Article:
Many people are hoping to get new tennis “rackets” this holiday season. But many people who play “racquetball” are hoping for new “racquets.” (People who play platform tennis use “paddles,” so ignore them.)

Whether to use “racket” or “racquet” is mostly a matter of style, and “racket” has a clear lead. The Associated Press and New York Times both prefer “racket,” while ESPN’s site seems to prefer “racquet.”

To make it more difficult, the subjects of coverage are all over the map. It’s not an earthshaking decision, but it can take some thought to decide which spelling to use.

The United States Tennis Association apparently swings both ways. A search for “racquet” on its site yields more than 10,000 hits; “racket” yields only about 2,800. But the official USTA rules use “racket,” as did the International Tennis Federation’s rules for the 2012 Olympics.

Manufacturers can’t agree, either. Head and Prince make “racquets.” Babolat invites you to “Find Your Racquet,” but its tennis page lists only “rackets.” You can use Wilson’s “racket selector” to find that a “Four BLX racket” works best for you, but then have to search for a Wilson Four BLX “racquet” from the Sports Authority or Dick’s Sporting Goods. Like many sporting goods stores, they seem to prefer “racquet,” though an occasional “racket” sneaks in.

Clubs tend to use “Racquet” in their names, perhaps so they don’t sound like the “social clubs” used by organized crime, places where “the rackets” are planned.

A “racket” can also be a loud noise, or commotion.

How does this spelling differentiation happen? No one is sure. What is sure is that both words arise from the French “raquette,” which the Oxford English Dictionary defines as “an instrument formed like a paddle apparently used in scraping the bottom of a ship.”

The OED traces the sports paddle “racket” to the mid-16th century, when “raquet,” “rackette,” and “raket” also appeared. The OED, though, does not list “racquet” separately; all uses are embedded in definitions of “racket.” American dictionaries tend to list “racquet” as a “variant spelling” of “racket,” a clear indication of preference.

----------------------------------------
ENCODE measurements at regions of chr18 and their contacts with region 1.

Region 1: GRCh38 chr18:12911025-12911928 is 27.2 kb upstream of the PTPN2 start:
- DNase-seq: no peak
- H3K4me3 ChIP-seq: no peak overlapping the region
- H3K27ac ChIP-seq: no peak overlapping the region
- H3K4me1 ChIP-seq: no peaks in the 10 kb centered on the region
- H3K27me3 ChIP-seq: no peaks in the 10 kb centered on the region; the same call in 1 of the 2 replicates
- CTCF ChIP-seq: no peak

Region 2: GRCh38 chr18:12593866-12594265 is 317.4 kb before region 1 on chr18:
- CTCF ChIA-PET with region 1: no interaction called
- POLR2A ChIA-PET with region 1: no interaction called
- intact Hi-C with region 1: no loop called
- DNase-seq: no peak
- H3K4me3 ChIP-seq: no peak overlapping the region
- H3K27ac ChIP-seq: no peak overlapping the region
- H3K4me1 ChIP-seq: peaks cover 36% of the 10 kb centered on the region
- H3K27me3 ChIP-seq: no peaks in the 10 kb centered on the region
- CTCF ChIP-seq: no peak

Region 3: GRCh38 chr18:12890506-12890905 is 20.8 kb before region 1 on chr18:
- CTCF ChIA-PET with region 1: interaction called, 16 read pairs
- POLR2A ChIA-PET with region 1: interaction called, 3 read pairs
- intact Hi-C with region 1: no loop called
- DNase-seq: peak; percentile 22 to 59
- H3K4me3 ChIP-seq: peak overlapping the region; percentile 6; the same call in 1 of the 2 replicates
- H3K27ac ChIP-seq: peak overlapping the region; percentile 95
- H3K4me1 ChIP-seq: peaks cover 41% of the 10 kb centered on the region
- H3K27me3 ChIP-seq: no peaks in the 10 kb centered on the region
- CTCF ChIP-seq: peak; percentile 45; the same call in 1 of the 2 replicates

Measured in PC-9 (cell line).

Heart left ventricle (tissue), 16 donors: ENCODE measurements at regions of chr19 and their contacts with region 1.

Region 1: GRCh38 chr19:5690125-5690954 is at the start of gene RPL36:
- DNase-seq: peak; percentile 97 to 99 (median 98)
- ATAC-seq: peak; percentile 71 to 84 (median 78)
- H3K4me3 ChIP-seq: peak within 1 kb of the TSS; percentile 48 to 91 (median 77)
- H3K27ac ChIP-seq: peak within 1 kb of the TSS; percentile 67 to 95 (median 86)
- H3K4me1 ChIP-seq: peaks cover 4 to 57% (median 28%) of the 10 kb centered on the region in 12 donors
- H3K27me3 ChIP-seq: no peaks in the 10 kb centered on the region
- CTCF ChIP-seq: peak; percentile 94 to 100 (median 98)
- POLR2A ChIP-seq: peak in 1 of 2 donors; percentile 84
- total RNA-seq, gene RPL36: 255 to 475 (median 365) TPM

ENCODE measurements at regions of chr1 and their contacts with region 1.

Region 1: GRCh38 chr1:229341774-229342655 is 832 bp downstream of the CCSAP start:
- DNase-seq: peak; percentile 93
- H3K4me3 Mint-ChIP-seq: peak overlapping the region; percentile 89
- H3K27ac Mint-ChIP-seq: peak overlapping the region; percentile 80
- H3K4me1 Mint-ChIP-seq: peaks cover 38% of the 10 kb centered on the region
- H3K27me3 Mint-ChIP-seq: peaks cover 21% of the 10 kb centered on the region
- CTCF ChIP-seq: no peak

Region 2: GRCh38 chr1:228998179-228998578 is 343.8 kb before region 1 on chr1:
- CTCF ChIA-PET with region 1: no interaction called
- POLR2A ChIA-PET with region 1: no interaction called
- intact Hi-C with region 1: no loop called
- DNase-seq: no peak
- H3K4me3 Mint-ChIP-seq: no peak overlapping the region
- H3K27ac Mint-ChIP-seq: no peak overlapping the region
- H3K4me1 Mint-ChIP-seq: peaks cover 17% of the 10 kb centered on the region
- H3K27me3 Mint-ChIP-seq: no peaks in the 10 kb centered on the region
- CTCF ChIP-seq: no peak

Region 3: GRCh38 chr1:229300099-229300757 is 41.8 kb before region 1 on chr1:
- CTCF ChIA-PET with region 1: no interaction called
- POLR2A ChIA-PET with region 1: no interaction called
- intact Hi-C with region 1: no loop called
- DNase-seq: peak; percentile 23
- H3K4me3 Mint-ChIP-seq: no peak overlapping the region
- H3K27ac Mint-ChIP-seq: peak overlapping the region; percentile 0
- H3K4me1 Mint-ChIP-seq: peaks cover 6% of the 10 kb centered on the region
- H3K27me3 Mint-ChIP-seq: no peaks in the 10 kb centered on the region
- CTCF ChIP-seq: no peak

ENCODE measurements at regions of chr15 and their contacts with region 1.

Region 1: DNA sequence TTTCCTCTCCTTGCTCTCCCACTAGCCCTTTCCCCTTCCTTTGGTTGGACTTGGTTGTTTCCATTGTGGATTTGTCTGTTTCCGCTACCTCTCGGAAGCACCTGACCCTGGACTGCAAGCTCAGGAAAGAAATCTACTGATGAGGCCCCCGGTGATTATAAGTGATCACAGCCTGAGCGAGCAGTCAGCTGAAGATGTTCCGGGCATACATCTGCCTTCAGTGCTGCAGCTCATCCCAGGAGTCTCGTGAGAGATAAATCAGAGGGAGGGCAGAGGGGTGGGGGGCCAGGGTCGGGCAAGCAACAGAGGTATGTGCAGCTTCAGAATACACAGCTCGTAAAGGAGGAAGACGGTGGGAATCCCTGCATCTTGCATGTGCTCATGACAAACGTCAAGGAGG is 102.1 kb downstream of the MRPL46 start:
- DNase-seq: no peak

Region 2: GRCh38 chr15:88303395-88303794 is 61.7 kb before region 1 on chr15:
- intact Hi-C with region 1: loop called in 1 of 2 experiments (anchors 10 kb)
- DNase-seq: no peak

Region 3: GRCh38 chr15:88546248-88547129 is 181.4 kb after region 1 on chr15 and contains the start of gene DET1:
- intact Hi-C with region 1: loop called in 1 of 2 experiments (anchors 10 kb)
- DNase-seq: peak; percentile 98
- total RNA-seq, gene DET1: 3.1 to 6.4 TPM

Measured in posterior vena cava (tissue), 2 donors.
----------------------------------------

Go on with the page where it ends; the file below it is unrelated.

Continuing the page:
You might think the easy one to deal with is “racquetball.” Because it’s in its name, USARacquetball consistently uses “racquet” for both the game and the implement, and The New York Times style guide says “the game is racquetball.” But Britain has a game called “racketball,” based on the American “racquetball,” and that sport, as well as “squash,” are played with “rackets” there. Perhaps they’re on to something.

If you follow AP or Times style, you need to decide which is worse: violating style or inflicting “racquetball rackets” on your audience. You might decide to use whatever the subject uses, or you may decide that “racquet” looks more sophisticated.

But beware: Garner’s Modern American Usage says “racquet” is used “seemingly because the ‘fancy’ spelling looks more high-toned.” That may also explain why, Garner’s says, in squash, “racquet has somehow become the predominant spelling.” In the US, at least.

Note that no one ever spells that last game “skash.”

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Merrill Perlman managed copy desks across the newsroom at The New York Times, where she worked for 25 years. Follow her on Twitter at @meperl.